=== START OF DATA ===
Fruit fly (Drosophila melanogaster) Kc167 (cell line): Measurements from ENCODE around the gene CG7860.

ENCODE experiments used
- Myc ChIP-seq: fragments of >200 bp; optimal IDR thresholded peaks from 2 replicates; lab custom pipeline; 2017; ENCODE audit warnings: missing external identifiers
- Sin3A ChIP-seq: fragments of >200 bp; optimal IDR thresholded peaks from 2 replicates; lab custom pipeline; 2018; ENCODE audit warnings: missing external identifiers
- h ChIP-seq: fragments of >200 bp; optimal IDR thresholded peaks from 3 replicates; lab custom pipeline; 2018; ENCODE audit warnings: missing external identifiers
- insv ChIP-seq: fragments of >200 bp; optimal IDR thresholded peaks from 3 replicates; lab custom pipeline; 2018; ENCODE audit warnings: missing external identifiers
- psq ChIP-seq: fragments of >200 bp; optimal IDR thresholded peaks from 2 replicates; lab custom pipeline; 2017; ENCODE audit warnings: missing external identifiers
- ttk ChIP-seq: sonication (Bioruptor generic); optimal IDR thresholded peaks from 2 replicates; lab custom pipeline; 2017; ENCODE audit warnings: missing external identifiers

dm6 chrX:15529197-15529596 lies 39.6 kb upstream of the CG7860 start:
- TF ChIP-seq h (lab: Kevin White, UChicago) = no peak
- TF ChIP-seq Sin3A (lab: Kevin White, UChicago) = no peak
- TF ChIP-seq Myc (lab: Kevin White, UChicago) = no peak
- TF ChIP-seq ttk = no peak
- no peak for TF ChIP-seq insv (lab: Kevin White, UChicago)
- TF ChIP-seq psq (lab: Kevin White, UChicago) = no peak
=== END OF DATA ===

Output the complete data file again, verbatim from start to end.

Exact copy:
Fruit fly (Drosophila melanogaster) Kc167 (cell line): Measurements from ENCODE around the gene CG7860.

ENCODE experiments used
- Myc ChIP-seq: fragments of >200 bp; optimal IDR thresholded peaks from 2 replicates; lab custom pipeline; 2017; ENCODE audit warnings: missing external identifiers
- Sin3A ChIP-seq: fragments of >200 bp; optimal IDR thresholded peaks from 2 replicates; lab custom pipeline; 2018; ENCODE audit warnings: missing external identifiers
- h ChIP-seq: fragments of >200 bp; optimal IDR thresholded peaks from 3 replicates; lab custom pipeline; 2018; ENCODE audit warnings: missing external identifiers
- insv ChIP-seq: fragments of >200 bp; optimal IDR thresholded peaks from 3 replicates; lab custom pipeline; 2018; ENCODE audit warnings: missing external identifiers
- psq ChIP-seq: fragments of >200 bp; optimal IDR thresholded peaks from 2 replicates; lab custom pipeline; 2017; ENCODE audit warnings: missing external identifiers
- ttk ChIP-seq: sonication (Bioruptor generic); optimal IDR thresholded peaks from 2 replicates; lab custom pipeline; 2017; ENCODE audit warnings: missing external identifiers

dm6 chrX:15529197-15529596 lies 39.6 kb upstream of the CG7860 start:
- TF ChIP-seq h (lab: Kevin White, UChicago) = no peak
- TF ChIP-seq Sin3A (lab: Kevin White, UChicago) = no peak
- TF ChIP-seq Myc (lab: Kevin White, UChicago) = no peak
- TF ChIP-seq ttk = no peak
- no peak for TF ChIP-seq insv (lab: Kevin White, UChicago)
- TF ChIP-seq psq (lab: Kevin White, UChicago) = no peak